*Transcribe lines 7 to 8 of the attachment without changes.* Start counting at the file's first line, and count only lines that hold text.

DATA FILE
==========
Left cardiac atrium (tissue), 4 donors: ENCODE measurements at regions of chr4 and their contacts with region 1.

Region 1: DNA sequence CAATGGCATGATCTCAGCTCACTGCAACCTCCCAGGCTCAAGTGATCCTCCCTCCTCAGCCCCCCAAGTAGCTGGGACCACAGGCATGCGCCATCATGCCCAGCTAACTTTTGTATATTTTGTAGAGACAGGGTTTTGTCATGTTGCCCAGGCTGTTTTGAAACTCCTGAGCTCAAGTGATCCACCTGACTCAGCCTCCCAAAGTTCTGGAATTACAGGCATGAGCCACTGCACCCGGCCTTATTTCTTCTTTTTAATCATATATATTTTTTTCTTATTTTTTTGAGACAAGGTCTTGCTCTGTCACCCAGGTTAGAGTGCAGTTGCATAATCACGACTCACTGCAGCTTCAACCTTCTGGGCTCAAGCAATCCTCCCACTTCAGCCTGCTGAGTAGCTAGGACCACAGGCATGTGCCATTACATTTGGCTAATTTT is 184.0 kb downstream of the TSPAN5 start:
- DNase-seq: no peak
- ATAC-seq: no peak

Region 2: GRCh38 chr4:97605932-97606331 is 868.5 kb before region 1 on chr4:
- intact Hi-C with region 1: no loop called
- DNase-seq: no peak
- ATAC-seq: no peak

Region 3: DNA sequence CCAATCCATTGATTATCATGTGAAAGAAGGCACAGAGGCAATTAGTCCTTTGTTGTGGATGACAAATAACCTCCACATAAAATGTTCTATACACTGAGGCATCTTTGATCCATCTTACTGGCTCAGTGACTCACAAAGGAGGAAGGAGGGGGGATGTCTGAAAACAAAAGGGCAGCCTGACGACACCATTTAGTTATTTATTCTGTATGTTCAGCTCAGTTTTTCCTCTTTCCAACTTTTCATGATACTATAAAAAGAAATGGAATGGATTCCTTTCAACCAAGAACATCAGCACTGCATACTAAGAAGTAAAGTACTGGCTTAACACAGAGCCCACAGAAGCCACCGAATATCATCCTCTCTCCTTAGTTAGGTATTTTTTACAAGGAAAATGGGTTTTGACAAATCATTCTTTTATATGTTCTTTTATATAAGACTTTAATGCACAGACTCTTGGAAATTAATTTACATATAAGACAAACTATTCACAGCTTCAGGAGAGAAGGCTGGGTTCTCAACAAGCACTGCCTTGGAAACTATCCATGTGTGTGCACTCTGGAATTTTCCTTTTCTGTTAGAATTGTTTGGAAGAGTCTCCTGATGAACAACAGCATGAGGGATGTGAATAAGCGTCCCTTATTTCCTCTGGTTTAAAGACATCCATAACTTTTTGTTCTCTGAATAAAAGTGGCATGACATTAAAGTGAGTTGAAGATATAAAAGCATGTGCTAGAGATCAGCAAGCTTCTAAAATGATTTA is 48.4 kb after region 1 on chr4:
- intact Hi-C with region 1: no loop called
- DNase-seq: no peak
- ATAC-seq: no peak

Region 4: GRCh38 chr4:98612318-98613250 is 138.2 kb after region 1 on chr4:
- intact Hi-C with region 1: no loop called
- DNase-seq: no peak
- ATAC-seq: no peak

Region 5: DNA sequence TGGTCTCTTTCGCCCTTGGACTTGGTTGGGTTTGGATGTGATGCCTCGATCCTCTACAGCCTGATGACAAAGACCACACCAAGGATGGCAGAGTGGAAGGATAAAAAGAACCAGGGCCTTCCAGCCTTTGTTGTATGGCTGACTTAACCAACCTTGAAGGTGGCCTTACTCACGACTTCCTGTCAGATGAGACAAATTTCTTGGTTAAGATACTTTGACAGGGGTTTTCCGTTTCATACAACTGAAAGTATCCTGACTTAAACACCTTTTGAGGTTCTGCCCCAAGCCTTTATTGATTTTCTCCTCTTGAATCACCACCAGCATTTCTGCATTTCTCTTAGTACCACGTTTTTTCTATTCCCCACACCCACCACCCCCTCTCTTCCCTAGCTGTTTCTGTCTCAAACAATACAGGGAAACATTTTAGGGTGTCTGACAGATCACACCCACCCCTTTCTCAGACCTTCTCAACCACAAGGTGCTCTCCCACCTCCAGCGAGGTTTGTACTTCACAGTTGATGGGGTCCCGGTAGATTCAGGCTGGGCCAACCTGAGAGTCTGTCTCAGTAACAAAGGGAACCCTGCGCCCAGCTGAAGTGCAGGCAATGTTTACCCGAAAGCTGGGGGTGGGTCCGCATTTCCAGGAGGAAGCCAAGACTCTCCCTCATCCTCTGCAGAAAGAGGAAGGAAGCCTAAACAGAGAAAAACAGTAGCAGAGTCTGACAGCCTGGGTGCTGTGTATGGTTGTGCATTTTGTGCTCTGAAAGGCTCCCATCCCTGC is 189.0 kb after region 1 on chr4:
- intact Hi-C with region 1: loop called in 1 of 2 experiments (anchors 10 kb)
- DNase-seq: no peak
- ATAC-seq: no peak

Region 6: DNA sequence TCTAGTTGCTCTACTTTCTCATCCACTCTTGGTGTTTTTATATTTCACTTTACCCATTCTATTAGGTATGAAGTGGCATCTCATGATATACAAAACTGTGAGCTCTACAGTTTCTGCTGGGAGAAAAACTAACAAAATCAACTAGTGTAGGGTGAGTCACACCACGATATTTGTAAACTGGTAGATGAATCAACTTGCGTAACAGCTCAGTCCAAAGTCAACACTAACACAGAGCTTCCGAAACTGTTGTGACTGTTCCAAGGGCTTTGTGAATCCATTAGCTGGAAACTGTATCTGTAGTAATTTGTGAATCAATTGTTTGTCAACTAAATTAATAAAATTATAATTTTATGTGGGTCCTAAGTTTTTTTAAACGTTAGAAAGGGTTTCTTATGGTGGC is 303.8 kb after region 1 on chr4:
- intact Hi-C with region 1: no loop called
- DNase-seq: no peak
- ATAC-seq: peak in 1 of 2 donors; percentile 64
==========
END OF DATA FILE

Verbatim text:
- DNase-seq: no peak
- ATAC-seq: no peak